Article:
Egyptian President Abdel-Fattah al-Sisi met with Ethiopian prime minister's special envoy Hailemariam Desalegn yesterrday, where they discussed the issue about the Grand Ethiopian Renaissance Dam (GERD).
The ethiopian envoy reviewed the GERD issue in light of what has been agreed upon so far in the framework of the tripartite negotiations between Egypt, Ethiopia and Sudan, Egyptian Presidential Spokesman Bassam Rady said in a statement.
For his part, Abdel-Fattah al-Sisi stressed Egypt's commitment to working on the success of the tripartite talks sponsored by Washington, the statement added.
Upstream Nile Basin country Ethiopia started building its grand hydropower dam in 2011 on the Blue Nile, while Egypt, a downstream country, is concerned that the dam might affect its 55.5-billion-cubic-meter annual share of Nile water.
Egypt's fellow downstream country Sudan eyes future benefits from the GERD construction despite Egyptian concerns.
After years of fruitless ministerial talks between the three countries, fresh rounds of negotiations have been resumed in Washington under U.S. sponsorship and a final agreement is expected to be concluded in late February.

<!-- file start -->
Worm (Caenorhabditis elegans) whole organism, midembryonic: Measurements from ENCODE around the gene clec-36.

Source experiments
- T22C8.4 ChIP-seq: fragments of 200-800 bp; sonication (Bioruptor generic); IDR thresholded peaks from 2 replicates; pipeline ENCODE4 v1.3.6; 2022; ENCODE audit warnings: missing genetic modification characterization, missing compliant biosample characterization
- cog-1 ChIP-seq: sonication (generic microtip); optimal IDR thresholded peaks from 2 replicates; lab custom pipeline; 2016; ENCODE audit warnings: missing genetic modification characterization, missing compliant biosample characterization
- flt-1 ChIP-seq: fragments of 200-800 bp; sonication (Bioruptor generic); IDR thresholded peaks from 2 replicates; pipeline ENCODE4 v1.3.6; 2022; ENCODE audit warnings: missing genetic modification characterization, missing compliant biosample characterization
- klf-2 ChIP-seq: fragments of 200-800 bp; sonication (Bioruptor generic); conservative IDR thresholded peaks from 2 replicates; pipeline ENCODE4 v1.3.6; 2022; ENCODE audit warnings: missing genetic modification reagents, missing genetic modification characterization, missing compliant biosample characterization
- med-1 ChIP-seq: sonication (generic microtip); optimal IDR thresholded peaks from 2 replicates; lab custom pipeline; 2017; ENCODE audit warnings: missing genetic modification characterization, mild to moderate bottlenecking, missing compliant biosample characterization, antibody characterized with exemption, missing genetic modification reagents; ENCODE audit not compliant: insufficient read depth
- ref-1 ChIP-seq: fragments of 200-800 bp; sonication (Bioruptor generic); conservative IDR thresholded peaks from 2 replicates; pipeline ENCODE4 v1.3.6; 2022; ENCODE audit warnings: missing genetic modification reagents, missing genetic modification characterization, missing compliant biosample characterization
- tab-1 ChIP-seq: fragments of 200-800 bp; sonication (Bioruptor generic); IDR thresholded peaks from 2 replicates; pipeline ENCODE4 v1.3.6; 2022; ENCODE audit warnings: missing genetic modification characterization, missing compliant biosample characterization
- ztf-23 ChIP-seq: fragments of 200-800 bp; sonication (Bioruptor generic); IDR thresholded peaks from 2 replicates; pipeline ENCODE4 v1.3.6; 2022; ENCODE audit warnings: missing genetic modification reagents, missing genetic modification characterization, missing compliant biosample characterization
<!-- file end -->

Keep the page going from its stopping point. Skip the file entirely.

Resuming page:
"The agreement would open vast horizons for cooperation, coordination and joint development between Egypt, Ethiopia and Sudan and mark a new stage for the development of relations between them," Sisi was quoted as saying by the statement.
Filling the reservoir, whose total capacity is 74 billion cubic meters, may take several years. The longer the better for Egypt to avoid the negative effects of water shortage, which is a main point of their talks.
The Egyptian president emphasized that the anticipated agreement "would maintain balance of interests between all parties."
The GERD is expected to produce over 6,000 megawatts of electricity and become Africa's largest hydropower dam upon completion.
Ethiopian Prime Minister Abiy Ahmed has repeatedly vowed not to harm Egypt's share of Nile water via the GERD. ■
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